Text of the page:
The Second Circuit vacated former New York Speaker of the House Sheldon Silver’s convictions for honest services fraud, Hobbs Act extortion, and money laundering based on an erroneous jury instruction. You can access the opinion here. At trial, the District Court instructed the jury that an “official act” within the meaning of the charges was “any action taken or to be taken under color of official authority.” After Silver’s conviction, the Supreme Court decided McDonnell v. United States, 136 S.Ct. 2355 (2016). In McDonnell, the Supreme Court defined “official act” within the meaning of honest services fraud and extortion charges as “a decision or action on a ‘question, matter, cause, suit, proceeding or controversy” involving “a formal exercise of governmental power.” In light of the McDonnell decision, the Second Circuit vacated Silver’s conviction, finding that the error in instructing the jury was not harmless, even though the Circuit rejected Silver’s sufficiency of the evidence challenge.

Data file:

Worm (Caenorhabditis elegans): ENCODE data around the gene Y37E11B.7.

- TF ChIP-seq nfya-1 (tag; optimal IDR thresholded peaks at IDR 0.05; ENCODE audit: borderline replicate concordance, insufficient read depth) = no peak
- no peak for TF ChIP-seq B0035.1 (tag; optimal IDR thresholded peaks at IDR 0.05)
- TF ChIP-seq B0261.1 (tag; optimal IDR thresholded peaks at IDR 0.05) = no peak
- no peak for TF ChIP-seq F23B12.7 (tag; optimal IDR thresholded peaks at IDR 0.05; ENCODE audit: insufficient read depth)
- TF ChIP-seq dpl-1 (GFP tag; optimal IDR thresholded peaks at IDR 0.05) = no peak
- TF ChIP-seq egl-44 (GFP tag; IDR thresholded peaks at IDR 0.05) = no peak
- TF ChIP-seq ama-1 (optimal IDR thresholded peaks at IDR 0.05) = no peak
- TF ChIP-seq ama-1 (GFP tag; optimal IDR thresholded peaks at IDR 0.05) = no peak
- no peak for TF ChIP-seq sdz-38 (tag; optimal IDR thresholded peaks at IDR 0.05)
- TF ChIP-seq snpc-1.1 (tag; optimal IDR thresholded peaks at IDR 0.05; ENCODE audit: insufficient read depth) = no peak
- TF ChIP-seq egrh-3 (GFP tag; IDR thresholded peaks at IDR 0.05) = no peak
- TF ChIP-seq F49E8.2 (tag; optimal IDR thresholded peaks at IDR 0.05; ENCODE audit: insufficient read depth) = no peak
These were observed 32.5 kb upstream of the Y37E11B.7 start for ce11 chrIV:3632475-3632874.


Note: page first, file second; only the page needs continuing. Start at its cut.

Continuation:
The Circuit also denied leave to file a second or successive 2255 petition on the ground that Mathis v. United States, 136 S.Ct. 2243 (2016) did not announce a new rule of constitutional law. You can access the per curiam decision in Washington v. United States here.